Philippine leader urges China to boost investment

Associated Press
Chinese President Hu Jintao, right, invites Philippine President Benigno Aquino III to review an honor guard during a welcome ceremony at the Great Hall of the People in Beijing Wednesday, Aug. 31, 2011. Aquino urged Chinese companies on Wednesday to invest more in his country despite a territorial spat and pledged they would receive open and equal access. (AP Photo/Alexander F. Yuan)
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BEIJING (AP) — The Philippine president urged Chinese companies on Wednesday to invest more in his country despite a territorial spat and pledged they would receive open and equal access.

President Benigno Aquino III, starting a weeklong visit to China, said the economic climate is ideal for Chinese companies to invest in the Philippines' growing tourism, agriculture and infrastructure industries.

"China is an economic power. I now invite the Chinese business community to take part in this opportunity to invest in an emerging economic force in Southeast Asia," Aquino told the Philippines-China Economic and Trade Forum.

About 300 business leaders joined Aquino on the trip to China, which lags the U.S. and Japan as the Philippines' third-largest trading partner.

The two sides signed an agreement Wednesday on a five-year plan to boost trade six-fold to $60 billion. They also agreed to promote tourism and language training.

Aquino also held talks with his counterpart Hu Jintao, who said he wanted to boost relations.

"I believe your visit to China this time will further deepen our friendship, promote our practical cooperation and elevate the strategic and cooperative relationship between our two countries to a new height," Hu said.

Aquino is to meet Premier Wen Jiabao on Thursday and visit Shanghai on Friday and southern Fujian province on Saturday.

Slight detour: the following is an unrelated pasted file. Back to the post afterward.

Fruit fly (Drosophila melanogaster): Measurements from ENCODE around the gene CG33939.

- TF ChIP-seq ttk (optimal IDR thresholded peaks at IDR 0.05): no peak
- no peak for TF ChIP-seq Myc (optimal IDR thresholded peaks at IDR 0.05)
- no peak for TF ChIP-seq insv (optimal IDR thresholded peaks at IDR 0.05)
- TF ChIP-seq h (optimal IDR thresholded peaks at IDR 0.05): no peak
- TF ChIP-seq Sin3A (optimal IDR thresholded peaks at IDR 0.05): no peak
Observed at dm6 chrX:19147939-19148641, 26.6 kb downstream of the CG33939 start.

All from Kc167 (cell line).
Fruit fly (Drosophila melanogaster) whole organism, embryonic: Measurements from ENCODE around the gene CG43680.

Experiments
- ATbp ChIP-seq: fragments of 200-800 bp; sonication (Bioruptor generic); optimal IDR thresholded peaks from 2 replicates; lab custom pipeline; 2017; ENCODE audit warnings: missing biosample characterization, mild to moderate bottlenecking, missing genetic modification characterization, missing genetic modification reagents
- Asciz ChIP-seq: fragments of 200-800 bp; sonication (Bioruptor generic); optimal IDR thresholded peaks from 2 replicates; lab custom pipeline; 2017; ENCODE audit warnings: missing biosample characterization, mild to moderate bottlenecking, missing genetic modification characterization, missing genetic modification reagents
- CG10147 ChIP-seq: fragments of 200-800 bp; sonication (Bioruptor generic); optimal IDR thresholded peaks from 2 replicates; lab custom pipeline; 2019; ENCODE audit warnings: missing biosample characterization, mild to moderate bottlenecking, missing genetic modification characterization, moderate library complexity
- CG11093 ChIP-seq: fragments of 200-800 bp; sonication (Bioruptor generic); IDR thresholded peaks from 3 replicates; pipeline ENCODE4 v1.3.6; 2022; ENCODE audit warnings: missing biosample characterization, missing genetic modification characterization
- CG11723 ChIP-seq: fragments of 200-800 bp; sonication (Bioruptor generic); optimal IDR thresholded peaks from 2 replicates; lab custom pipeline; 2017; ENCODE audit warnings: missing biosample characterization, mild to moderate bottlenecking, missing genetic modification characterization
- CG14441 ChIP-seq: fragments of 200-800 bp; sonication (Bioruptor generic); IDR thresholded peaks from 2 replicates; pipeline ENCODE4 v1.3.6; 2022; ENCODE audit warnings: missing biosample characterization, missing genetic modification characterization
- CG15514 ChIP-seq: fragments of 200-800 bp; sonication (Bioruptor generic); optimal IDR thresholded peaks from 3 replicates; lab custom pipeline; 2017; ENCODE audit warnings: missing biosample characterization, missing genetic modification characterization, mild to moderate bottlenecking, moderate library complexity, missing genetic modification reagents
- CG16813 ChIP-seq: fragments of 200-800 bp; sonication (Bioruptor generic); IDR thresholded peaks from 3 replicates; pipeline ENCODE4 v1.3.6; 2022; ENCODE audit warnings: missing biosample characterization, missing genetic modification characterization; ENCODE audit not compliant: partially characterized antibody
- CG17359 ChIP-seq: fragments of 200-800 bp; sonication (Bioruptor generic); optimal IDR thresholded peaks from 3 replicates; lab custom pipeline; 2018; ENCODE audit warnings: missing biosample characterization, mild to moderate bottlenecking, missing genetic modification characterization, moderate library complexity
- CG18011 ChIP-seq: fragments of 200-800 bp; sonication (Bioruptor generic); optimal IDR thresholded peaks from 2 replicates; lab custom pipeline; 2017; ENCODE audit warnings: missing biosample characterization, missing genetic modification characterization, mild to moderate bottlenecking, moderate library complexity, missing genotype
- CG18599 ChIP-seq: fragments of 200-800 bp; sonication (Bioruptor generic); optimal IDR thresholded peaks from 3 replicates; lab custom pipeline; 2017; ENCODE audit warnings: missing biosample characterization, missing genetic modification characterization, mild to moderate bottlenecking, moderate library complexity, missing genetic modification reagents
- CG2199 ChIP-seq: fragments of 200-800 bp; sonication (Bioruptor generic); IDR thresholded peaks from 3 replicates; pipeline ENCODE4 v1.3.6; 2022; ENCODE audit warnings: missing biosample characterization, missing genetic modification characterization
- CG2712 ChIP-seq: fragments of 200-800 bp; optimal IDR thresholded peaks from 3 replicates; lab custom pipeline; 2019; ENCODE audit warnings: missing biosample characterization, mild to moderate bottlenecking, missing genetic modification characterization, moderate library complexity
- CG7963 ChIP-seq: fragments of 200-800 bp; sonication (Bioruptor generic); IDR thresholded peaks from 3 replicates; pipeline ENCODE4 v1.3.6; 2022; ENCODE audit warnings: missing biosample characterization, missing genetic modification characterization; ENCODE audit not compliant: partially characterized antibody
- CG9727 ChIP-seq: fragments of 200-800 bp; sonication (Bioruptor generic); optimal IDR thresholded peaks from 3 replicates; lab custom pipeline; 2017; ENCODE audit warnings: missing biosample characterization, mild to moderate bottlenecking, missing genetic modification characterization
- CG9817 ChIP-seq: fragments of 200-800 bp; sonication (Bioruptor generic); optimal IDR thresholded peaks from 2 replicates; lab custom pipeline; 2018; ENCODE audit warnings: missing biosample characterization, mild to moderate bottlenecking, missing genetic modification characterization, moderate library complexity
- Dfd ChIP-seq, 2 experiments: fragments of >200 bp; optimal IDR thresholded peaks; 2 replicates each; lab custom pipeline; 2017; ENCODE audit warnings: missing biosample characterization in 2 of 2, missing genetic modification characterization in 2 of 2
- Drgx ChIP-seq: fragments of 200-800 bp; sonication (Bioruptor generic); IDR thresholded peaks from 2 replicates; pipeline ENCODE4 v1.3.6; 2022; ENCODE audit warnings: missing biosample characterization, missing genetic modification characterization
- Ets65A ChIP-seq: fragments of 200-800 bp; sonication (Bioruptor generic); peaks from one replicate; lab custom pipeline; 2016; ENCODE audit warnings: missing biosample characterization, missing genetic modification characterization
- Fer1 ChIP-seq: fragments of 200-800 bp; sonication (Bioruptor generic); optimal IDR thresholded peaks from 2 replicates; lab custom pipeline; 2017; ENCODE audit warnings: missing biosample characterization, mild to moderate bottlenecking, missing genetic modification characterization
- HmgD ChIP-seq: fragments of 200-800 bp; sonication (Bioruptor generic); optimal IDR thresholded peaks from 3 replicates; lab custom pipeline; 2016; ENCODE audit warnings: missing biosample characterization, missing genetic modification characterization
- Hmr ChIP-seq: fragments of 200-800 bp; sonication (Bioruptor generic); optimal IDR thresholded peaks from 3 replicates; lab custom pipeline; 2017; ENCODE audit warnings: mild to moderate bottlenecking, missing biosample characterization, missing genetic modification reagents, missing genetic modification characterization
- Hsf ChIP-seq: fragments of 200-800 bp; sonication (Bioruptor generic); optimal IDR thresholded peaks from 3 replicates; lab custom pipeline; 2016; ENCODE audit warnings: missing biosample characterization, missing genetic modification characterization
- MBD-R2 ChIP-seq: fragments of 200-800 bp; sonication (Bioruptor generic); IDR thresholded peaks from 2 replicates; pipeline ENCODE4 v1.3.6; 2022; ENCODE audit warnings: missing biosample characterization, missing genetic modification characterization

The biggest hurdle in relations has been tensions over rival claims to the Spratly Islands in the South China Sea, where the Philippines is exploring for oil and gas. Early this year, Manila accused China of harassing its oil survey ship. Beijing charged that recent construction work by Philippine troops on an island claimed by Manila violates the spirit of a preliminary agreement reached last month with other Southeast Asian nations.

Aquino told Hu that the South China Sea should be developed as an area of friendship, peace and cooperation, his spokesman Edwin Lacierda said. He said both sides were "very positive" about a resolution of the dispute.

Beijing's attempts in the last decade to increase its economic and political presence in the Philippines, a former U.S. colony, floundered as Aquino's predecessor, Gloria Macapagal Arroyo, was rocked by a series of corruption scandals over allegedly overpriced projects involving Chinese companies.

Aquino said his administration would ensure that Chinese investments are handled openly and in accordance with the law.

"What this simply means is that investors will not anymore have to rely on connections in order to set up shop. The rules will not be circumvented and the law will be followed," Aquino said in his speech. "Most important among our efforts, however, is instilling a culture of transparency and integrity in government: weeding out corruption, and ensuring that businessmen ... are met with a level playing field."

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